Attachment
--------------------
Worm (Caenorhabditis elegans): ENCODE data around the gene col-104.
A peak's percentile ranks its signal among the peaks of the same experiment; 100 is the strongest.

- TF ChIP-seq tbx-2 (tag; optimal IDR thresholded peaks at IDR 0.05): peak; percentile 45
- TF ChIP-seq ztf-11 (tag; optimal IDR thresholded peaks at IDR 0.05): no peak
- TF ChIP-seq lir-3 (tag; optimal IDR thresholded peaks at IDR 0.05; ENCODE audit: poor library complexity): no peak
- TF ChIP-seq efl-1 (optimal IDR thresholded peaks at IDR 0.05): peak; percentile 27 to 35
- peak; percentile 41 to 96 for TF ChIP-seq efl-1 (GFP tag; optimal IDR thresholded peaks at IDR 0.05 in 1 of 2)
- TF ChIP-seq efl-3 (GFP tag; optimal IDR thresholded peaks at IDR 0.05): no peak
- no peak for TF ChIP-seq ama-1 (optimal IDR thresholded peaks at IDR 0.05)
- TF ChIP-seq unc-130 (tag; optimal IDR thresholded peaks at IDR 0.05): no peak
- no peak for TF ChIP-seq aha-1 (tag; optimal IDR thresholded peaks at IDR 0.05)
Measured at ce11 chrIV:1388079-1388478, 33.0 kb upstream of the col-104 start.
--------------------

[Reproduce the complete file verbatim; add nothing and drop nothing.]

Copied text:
Worm (Caenorhabditis elegans): ENCODE data around the gene col-104.
A peak's percentile ranks its signal among the peaks of the same experiment; 100 is the strongest.

- TF ChIP-seq tbx-2 (tag; optimal IDR thresholded peaks at IDR 0.05): peak; percentile 45
- TF ChIP-seq ztf-11 (tag; optimal IDR thresholded peaks at IDR 0.05): no peak
- TF ChIP-seq lir-3 (tag; optimal IDR thresholded peaks at IDR 0.05; ENCODE audit: poor library complexity): no peak
- TF ChIP-seq efl-1 (optimal IDR thresholded peaks at IDR 0.05): peak; percentile 27 to 35
- peak; percentile 41 to 96 for TF ChIP-seq efl-1 (GFP tag; optimal IDR thresholded peaks at IDR 0.05 in 1 of 2)
- TF ChIP-seq efl-3 (GFP tag; optimal IDR thresholded peaks at IDR 0.05): no peak
- no peak for TF ChIP-seq ama-1 (optimal IDR thresholded peaks at IDR 0.05)
- TF ChIP-seq unc-130 (tag; optimal IDR thresholded peaks at IDR 0.05): no peak
- no peak for TF ChIP-seq aha-1 (tag; optimal IDR thresholded peaks at IDR 0.05)
Measured at ce11 chrIV:1388079-1388478, 33.0 kb upstream of the col-104 start.